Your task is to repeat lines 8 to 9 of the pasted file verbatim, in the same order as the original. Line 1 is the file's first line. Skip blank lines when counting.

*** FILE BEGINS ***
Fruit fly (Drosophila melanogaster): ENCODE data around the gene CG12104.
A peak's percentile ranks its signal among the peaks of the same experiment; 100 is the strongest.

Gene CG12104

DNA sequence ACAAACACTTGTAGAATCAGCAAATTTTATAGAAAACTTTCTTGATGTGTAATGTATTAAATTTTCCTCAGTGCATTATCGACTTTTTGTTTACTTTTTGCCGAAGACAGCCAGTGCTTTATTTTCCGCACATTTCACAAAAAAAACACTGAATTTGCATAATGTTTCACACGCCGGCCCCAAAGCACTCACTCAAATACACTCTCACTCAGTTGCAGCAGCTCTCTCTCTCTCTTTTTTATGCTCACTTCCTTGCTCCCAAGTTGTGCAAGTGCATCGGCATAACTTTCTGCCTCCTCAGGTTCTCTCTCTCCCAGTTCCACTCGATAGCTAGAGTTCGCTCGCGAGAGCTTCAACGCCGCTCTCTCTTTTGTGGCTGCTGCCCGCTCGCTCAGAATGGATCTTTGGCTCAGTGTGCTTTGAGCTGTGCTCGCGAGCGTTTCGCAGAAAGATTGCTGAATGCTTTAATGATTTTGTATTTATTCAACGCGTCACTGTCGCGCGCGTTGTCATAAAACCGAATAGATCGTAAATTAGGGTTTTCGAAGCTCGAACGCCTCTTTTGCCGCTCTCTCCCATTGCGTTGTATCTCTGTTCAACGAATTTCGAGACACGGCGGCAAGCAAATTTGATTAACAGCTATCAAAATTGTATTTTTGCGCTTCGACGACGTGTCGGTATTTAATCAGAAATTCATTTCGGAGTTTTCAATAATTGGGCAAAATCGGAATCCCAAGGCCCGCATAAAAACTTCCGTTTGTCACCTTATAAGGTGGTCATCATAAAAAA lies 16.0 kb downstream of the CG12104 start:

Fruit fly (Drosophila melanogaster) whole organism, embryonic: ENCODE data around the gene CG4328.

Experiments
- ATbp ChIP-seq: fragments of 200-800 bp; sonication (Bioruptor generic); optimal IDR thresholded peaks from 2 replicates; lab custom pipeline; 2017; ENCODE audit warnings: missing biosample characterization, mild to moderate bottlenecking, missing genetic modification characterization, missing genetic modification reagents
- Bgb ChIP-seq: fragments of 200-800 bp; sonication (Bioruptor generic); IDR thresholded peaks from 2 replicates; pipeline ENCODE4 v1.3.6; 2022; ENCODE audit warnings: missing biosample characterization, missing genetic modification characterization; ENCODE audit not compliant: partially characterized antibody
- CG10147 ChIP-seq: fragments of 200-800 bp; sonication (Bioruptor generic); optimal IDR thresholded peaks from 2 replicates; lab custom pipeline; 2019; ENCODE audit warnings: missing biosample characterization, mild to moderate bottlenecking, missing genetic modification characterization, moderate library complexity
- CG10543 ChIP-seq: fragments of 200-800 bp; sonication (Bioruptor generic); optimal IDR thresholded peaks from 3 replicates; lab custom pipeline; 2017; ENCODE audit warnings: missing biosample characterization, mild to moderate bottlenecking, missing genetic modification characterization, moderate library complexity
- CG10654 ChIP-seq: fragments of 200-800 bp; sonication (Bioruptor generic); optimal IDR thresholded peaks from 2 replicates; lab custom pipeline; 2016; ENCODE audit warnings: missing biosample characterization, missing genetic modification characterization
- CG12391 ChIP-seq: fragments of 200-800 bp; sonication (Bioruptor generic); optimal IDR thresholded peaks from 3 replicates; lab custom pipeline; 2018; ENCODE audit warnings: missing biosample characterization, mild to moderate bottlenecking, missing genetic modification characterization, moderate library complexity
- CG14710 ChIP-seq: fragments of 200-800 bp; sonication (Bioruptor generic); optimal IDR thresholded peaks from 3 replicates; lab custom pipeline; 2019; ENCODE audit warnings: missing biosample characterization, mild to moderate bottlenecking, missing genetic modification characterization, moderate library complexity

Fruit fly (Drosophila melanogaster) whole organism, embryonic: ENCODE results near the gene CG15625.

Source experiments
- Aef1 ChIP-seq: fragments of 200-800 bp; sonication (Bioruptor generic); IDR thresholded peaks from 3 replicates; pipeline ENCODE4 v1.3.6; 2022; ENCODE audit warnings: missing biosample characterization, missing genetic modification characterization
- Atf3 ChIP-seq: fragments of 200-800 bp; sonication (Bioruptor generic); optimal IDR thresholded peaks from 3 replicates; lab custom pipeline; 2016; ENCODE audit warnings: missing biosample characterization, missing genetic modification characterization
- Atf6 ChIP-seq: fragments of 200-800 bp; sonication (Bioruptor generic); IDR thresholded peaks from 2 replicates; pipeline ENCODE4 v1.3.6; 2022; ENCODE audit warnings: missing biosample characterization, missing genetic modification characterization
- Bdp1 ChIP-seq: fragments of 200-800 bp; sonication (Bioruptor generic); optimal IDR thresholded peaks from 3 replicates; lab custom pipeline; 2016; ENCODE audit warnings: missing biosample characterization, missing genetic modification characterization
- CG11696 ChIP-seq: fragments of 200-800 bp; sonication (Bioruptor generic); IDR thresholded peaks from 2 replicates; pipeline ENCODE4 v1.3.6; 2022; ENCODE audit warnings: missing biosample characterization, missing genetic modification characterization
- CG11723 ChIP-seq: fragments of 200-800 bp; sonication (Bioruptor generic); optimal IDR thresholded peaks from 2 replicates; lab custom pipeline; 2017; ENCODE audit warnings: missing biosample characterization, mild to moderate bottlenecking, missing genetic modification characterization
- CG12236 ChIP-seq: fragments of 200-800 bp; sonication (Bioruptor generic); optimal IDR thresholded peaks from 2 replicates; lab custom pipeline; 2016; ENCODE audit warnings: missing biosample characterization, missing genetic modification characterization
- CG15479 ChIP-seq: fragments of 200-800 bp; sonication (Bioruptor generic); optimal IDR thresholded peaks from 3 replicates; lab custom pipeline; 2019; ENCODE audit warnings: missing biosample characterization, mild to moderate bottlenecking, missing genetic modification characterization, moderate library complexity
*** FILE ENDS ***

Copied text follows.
- Bgb ChIP-seq: fragments of 200-800 bp; sonication (Bioruptor generic); IDR thresholded peaks from 2 replicates; pipeline ENCODE4 v1.3.6; 2022; ENCODE audit warnings: missing biosample characterization, missing genetic modification characterization; ENCODE audit not compliant: partially characterized antibody
- CG10147 ChIP-seq: fragments of 200-800 bp; sonication (Bioruptor generic); optimal IDR thresholded peaks from 2 replicates; lab custom pipeline; 2019; ENCODE audit warnings: missing biosample characterization, mild to moderate bottlenecking, missing genetic modification characterization, moderate library complexity